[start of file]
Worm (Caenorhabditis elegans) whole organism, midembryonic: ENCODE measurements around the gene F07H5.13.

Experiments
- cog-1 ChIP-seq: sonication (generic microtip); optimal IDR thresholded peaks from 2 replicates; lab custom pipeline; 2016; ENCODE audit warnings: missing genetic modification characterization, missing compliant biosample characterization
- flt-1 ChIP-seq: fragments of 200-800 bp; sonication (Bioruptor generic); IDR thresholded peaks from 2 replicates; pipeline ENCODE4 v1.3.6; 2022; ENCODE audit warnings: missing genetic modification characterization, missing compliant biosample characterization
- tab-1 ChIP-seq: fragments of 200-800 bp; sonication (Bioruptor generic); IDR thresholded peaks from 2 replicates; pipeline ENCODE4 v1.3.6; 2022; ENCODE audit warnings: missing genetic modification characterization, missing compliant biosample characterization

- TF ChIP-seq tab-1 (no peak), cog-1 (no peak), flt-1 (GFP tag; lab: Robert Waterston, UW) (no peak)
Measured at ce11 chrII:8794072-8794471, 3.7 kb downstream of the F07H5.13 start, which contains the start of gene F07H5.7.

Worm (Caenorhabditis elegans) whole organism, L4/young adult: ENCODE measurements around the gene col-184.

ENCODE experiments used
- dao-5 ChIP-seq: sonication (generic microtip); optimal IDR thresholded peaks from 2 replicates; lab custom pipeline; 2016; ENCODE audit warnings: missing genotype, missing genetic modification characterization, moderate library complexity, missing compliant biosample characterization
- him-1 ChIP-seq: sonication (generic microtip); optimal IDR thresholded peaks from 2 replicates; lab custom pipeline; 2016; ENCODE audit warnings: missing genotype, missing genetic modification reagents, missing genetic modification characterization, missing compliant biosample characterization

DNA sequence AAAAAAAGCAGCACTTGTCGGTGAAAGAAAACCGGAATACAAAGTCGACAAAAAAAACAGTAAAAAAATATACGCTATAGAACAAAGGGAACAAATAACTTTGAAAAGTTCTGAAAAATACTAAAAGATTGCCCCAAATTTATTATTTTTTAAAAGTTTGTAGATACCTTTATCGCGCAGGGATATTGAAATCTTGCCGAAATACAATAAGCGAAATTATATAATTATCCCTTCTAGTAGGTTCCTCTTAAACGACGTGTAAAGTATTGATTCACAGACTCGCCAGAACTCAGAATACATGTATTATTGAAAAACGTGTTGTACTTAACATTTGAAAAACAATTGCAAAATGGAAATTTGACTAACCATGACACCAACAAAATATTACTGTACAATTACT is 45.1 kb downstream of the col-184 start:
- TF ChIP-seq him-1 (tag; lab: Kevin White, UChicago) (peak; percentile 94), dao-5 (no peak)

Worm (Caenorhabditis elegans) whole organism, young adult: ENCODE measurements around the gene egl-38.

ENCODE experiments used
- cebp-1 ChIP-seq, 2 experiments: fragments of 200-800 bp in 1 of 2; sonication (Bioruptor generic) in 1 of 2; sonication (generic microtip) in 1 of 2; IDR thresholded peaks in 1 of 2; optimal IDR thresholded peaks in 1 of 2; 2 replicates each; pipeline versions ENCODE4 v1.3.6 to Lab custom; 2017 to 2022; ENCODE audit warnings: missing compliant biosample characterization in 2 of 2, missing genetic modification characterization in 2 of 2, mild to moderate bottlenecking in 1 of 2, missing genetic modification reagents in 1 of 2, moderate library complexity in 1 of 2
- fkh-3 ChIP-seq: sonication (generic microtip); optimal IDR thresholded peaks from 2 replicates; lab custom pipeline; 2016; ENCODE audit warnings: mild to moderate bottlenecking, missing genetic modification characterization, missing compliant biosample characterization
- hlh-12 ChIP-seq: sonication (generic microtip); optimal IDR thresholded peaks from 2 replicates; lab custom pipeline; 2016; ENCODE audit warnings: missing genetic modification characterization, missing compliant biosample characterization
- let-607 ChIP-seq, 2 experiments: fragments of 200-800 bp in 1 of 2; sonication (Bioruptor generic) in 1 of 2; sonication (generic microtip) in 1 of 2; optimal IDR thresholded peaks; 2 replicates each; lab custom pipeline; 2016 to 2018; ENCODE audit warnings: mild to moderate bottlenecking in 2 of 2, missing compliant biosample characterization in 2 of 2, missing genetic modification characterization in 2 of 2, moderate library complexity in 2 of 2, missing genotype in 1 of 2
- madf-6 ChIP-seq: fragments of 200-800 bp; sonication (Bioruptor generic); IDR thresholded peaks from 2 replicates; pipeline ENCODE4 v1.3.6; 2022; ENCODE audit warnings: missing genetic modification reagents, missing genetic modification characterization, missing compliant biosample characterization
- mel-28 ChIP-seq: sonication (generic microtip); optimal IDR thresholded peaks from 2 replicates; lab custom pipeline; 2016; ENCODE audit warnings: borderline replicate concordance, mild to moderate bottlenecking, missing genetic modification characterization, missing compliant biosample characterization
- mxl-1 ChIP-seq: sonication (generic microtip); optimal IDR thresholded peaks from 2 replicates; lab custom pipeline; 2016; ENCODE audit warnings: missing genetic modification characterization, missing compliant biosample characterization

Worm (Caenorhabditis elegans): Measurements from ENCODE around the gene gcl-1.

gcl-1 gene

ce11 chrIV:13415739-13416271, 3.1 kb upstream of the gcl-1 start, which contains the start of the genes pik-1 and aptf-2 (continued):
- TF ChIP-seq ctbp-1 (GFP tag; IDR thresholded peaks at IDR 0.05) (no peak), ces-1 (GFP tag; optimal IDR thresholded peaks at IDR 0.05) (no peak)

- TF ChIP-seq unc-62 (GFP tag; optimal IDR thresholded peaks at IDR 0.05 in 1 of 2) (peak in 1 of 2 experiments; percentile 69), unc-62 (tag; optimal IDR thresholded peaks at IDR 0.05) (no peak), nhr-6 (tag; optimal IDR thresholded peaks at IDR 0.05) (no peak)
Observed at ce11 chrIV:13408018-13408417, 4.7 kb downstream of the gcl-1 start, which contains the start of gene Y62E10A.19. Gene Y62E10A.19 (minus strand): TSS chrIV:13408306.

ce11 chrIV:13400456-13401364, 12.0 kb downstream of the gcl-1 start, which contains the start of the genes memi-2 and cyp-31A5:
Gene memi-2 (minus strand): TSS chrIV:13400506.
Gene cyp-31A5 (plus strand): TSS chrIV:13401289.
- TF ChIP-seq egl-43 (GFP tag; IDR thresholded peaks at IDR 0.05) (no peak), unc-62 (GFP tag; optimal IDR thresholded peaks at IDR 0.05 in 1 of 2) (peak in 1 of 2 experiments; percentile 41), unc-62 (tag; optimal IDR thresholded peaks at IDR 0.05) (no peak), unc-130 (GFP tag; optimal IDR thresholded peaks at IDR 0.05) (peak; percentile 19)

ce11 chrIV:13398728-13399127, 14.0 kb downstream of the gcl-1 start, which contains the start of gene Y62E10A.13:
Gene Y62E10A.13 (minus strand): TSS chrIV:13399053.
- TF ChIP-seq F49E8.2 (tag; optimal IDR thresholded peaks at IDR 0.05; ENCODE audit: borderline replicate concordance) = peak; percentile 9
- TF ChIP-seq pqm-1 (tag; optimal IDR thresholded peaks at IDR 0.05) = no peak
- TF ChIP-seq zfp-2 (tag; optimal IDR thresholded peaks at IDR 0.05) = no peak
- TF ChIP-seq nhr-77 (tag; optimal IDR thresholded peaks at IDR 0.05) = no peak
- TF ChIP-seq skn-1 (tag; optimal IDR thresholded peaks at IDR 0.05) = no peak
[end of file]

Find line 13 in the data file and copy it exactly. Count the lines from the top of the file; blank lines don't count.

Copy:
- TF ChIP-seq him-1 (tag; lab: Kevin White, UChicago) (peak; percentile 94), dao-5 (no peak)